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Type: Thesis
Title: Dissolved organic matter dynamics and microbial activity in salt-affected soils.
Author: Mavi, Manpreet Singh
Issue Date: 2012
School/Discipline: School of Agriculture, Food and Wine
Abstract: Salt-affected soils (comprising saline and sodic soils) contain excessive amounts of salts and cover over 10 % of the world’s arable land. They are a serious land-degradation problem because a) salinity causes poor plant growth and low microbial activity due to osmotic stress, ion toxicity and imbalanced nutrient uptake and b) plant growth in sodic soils is limited by poor soil structure and aeration. As a consequence of the poor plant growth, salt-affected soils have low organic matter content. Therefore, to minimise soil degradation, it is important to understand the processes in salt-affected soils particularly those involved in nutrient cycling. Dissolved organic matter (DOM) is the most labile portion of soil organic matter pools and affects many biogeochemical processes such as nutrient cycling, translocation and leaching, microbial activity and mineral weathering. Even though it only comprises a small portion of the total organic matter (< 1 %), it can be used to determine changes in soil C dynamics prior to detection in the total SOM pool. Salinity and sodicity influence organic matter turnover by affecting the amount of plant material entering the soil as well as the rate of decomposition. While the effects of salinity and sodicity on soil microorganisms and soil organic matter turnover have been studied separately, little is known about their interaction. Therefore the objective of this thesis was to determine the interactive effect of salinity and sodicity on soil microbial activity and dissolved organic matter dynamics in soils of different texture. Four non-saline and non-sodic soils differing in texture (4, 13, 24 and 40 % clay, termed S-4, S-13, S-24 and S-40) were collected from Monarto near South Australia. The water content resulting in maximum respiration in the soils was assessed by adjusting the soils to different water content and measuring the respiration for two weeks at 25 ºC. The soils were leached with a combination of NaCl and CaCl₂ stock solutions to induce different levels of salinity (EC₁:5) ranging from 0 to 10 dS m⁻¹ and sodium absorption ratio [SAR< 3 (non-sodic) and ≥20 (sodic)] in various experiments. Wheat residue and in one experiment glucose were added as a nutrient source for soil microbes. Respiration was measured continuously throughout the experiments and dissolved organic C, dissolved organic N, total dissolved N (TDN), specific ultra-violet absorbance (SUVA), microbial biomass, electrical conductivity, pH and SAR were analysed at different times during the experiments. The concentration of dissolved organic carbon (DOC) and nitrogen (DON) is influenced by the type of extractant used. To determine which extractant is the most useful for the experiments described in this thesis, different textured soils were incubated with wheat residue for two weeks and DOC and DON were extracted with water, 0.5M K₂SO₄ or 2M KCl at a 1:5 ratio. Irrespective of soil texture, the concentrations of DOC and DON extracted with 0.5M K₂SO₄ or 2M KCl were more than twice than those extracted with water. Therefore, for the experiments described in this thesis dissolved organic C and N were extracted with a 1:5 soil: water ratio. In the first experiment, a sand and a sandy clay loam were adjusted to similar EC levels (EC₁:₅ 0.5, 1.3, 2.5 and 4.0 dS m⁻¹ in the sand and EC₁:₅ 0.7, 1.4, 2.5 and 4.0 dS m⁻¹ in the sandy clay loam) and combined with two sodium absorption ratios: SAR < 3 and 20. The soils were incubated at the water content optimal for microbial activity (6.4 g 100 g soil⁻¹ for the sand and 15.6 g 100 g soil⁻¹ for the sandy clay loam). This experiment showed that at a similar EC, cumulative respiration was more strongly affected by EC in the sand than sandy clay loam which may have been due to their different water content and therefore, differential osmotic potential. Further, the concentration of DOC, DON and SUVA were significantly higher at EC 0.5 or 0.7 at SAR 20 than at higher EC levels indicating that high SAR in combination with low EC is likely to increase the risk of DOC and DON movement downwards within the soil profile in the salt-affected soils which may cause further soil degradation. To assess the impact of multiple drying and wetting on microbial biomass and DOC concentration in salt-affected soils, the loamy sand was adjusted to two levels of EC₁:₅ (1.0 and 2.5 dS m⁻¹) and SAR (< 3 and 20) and then exposed to 1-3 drying and rewetting cycles each consisting of 1 week drying and 1 week moist incubation. The flush in respiration after rewetting was lower in saline and saline-sodic soils than in soil without added salt. At the low EC, the solubility of organic matter was higher at SAR 20 compared to SAR < 3 suggesting that loss of C via DOC leaching may be increased in sodic soils, irrespective of the drying and wetting cycles. For the study on the effect of sodicity (SAR < 3 and >20) and salinity (EC₁:₅ 1.0 and 5.0 dS m⁻¹) on DOM sorption, four soils of different texture (4, 13, 24 and 40 % clay) were shaken overnight at 4C with solutions containing 0, 23, 43, 58, 86 and 128 mg C L⁻¹ extracted from wheat residue. Sorption was calculated from the difference between initial DOM concentration and that after shaking. The experiment showed that high SAR (>20) only decreased DOC sorption at low EC (1.0 dS m⁻¹) which can be explained by the high electrolyte concentration causing flocculation of DOC at high EC (5.0 dS m⁻¹). DOC sorption was greatest in the soil with 24 % clay across all concentrations of DOC added whereas DOC sorption did not differ greatly between the soils with 4, 13 and 40 % clay which suggested that sorption of DOC was not directly related to clay concentration, but instead was a function of CEC (highest in the soil with 24 % clay) and concentration of Fe and Al (highest in the soils with 4 and 13 % clay). The study to examine how different forms of C (wheat straw and glucose, added at 2.5 mg C g⁻¹) with and without added inorganic N affect the response of microbial activity and biomass to increasing EC₁:₅ (0.1 to 10 dS m⁻¹) showed that respiration and microbial biomass C decreased with increasing EC, but the decrease was smaller with glucose than with wheat straw. Addition of N to glucose and wheat straw to bring the C/N ratio to 20 significantly decreased cumulative respiration and microbial biomass C at a given EC. Thus, addition of easily available C can enhance microbial tolerance to salinity whereas high N addition rates may have an adverse impact on microbial activity. In the last experiment, salt was added to the four soils to achieve EC values between 0.4 and 5.0 dS m⁻¹ with two levels of SAR : < 3 and >20 together with the optimal water content for microbial activity, which resulted in three osmotic potential ranges in all four soils (> -0.55, -0.62 to -1.62 and -2.72 to -3.0 MPa). This experiment confirmed that salt stress has similar effects on soil microbes in soils of different texture and water content when expressed as osmotic potential whereas the soil microbes appear to be more sensitive to salts in lighter textured soils when EC is used as measure of salinity. Therefore, osmotic potential needs to be considered when comparing saline soils with different water holding capacity. The results of the study showed increasing salinity adversely affects microbial activity and therefore increases DOC and DON concentration, whereas an increased DOC and DON concentration in response to sodicity was observed only at low EC. Thus, both salinity and sodicity can result in increased loss of C and N through high concentration of DOM in leachates which may lead to further soil degradation and reduce C sequestration. The study also confirmed that soil texture and water content play an important role in determining the response of microbes to salt stress due to their effect on the salt concentration in the soil solution. Therefore, osmotic potential is a better measure for evaluating stress to microbes in the salt-affected soils than EC. Further, the study also highlighted that addition of a readily available and easily decomposable source of energy improves the ability of microbes to tolerate salinity whereas N addition has no or a negative impact on microbial activity and growth.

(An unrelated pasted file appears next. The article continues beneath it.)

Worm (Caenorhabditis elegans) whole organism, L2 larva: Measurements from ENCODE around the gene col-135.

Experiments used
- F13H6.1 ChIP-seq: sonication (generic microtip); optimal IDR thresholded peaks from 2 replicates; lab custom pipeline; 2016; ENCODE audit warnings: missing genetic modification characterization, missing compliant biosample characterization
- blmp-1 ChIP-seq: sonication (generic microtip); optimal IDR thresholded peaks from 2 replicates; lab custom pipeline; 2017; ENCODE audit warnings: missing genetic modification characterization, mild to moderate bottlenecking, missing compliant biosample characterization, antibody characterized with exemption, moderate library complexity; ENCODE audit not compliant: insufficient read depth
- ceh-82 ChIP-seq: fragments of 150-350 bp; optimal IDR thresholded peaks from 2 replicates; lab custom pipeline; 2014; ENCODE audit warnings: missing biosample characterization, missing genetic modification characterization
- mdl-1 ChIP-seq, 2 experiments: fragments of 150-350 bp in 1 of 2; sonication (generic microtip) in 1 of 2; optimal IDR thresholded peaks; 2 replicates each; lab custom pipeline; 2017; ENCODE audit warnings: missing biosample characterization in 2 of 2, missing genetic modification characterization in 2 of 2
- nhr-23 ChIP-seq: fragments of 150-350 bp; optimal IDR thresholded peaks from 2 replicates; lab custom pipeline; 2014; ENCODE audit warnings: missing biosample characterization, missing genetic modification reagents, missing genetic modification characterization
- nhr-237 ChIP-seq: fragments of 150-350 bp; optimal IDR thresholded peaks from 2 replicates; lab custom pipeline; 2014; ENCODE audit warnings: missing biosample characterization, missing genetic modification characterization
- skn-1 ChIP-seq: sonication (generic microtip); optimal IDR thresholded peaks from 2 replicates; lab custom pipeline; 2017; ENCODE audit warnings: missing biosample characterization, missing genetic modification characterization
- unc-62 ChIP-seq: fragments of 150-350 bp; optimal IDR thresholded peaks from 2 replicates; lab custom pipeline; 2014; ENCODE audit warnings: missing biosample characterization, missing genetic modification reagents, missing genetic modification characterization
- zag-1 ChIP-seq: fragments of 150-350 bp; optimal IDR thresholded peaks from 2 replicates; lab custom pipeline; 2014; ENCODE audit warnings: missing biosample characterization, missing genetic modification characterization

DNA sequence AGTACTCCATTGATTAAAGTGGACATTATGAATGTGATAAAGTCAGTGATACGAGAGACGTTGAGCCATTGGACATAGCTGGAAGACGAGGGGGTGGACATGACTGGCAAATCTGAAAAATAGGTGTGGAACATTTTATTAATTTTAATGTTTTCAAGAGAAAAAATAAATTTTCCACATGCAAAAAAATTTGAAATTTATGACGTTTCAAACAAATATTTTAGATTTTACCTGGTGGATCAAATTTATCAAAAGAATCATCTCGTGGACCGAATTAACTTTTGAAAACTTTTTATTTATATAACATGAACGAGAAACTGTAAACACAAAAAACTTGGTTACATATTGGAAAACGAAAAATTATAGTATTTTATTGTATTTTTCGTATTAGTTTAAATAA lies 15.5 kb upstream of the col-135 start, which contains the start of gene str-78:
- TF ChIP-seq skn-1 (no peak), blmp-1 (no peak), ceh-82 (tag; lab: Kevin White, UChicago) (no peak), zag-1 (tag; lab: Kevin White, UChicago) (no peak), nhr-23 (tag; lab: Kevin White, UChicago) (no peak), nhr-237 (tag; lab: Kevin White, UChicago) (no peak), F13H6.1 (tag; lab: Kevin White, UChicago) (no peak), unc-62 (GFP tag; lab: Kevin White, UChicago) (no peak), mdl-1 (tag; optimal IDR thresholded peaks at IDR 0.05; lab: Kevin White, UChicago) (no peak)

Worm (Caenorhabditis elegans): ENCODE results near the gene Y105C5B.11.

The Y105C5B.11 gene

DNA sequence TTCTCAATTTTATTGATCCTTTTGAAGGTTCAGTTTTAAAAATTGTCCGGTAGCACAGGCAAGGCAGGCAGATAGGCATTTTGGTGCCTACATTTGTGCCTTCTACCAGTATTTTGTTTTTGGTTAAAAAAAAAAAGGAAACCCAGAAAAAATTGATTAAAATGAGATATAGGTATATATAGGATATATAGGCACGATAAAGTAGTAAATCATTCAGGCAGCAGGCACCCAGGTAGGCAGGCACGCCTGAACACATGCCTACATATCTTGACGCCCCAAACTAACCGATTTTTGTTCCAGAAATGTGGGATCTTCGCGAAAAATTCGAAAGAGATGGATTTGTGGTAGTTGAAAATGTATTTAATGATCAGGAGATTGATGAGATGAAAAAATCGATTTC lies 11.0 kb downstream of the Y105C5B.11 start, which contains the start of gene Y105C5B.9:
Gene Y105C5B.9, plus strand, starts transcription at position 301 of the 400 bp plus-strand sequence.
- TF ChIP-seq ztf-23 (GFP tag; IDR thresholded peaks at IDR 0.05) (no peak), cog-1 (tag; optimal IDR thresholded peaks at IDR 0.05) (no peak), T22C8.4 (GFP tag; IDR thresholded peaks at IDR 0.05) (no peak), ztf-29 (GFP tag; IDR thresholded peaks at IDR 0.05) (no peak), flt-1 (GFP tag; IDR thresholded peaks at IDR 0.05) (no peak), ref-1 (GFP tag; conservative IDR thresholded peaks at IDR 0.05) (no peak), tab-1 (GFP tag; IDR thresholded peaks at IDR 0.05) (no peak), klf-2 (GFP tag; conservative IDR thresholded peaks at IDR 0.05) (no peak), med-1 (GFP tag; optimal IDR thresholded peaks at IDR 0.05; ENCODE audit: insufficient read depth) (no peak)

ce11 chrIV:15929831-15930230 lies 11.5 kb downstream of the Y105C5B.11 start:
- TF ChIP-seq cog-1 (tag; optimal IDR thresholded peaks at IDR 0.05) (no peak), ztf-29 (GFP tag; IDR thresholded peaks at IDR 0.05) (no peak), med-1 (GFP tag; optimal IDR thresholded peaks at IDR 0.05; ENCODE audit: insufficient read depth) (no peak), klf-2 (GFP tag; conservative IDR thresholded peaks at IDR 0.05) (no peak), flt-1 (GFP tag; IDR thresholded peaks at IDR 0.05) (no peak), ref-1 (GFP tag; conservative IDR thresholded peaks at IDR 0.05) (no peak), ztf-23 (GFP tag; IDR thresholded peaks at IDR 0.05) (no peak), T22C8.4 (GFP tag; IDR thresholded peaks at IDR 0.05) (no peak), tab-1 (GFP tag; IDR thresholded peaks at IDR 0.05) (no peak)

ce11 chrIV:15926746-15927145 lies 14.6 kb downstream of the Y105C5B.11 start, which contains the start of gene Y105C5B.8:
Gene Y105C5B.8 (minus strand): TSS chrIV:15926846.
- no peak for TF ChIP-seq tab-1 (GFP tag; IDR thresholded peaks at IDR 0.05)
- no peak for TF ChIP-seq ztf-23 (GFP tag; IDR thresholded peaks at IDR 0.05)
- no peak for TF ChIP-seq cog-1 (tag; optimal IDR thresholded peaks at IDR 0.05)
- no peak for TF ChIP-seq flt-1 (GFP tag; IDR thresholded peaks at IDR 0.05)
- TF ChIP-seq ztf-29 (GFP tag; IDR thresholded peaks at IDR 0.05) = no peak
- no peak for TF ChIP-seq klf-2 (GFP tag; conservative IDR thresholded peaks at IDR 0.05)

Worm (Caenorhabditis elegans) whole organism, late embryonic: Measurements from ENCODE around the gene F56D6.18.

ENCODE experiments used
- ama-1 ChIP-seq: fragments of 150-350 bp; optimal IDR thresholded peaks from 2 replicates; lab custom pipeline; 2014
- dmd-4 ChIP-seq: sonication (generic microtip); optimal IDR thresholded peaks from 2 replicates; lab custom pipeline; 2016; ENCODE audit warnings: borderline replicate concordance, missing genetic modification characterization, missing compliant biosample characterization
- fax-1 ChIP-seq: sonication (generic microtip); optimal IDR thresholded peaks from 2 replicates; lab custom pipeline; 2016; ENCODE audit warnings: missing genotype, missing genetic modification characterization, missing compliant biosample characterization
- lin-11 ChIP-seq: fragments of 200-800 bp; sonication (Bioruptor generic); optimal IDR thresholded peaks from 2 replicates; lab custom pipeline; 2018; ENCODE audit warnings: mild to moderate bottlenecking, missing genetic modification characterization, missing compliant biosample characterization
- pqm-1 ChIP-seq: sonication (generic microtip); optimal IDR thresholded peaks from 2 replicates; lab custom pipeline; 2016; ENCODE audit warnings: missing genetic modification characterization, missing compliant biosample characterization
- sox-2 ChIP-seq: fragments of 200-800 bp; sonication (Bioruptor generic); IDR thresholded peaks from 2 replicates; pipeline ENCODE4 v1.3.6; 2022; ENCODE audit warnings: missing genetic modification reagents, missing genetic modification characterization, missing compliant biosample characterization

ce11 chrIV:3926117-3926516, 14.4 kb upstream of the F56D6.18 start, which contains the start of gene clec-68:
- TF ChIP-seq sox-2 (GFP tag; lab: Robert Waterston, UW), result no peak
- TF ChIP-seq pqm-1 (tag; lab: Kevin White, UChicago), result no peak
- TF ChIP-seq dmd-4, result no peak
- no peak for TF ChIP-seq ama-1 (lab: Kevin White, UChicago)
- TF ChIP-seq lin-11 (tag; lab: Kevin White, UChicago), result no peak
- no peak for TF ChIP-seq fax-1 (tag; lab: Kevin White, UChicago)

Advisor: Marschner, Petra
Chittleborough, David James
Cox, James William
Sanderman, Jonathan
Dissertation Note: Thesis (Ph.D.) -- University of Adelaide, School of Agriculture, Food and Wine, 2012
Keywords: dissolved organic matter; soil respiration; salinity; sodicity; soil texture
Provenance: Copyright material removed from digital thesis. See print copy in University of Adelaide Library for full text.
Appears in Collections:Research Theses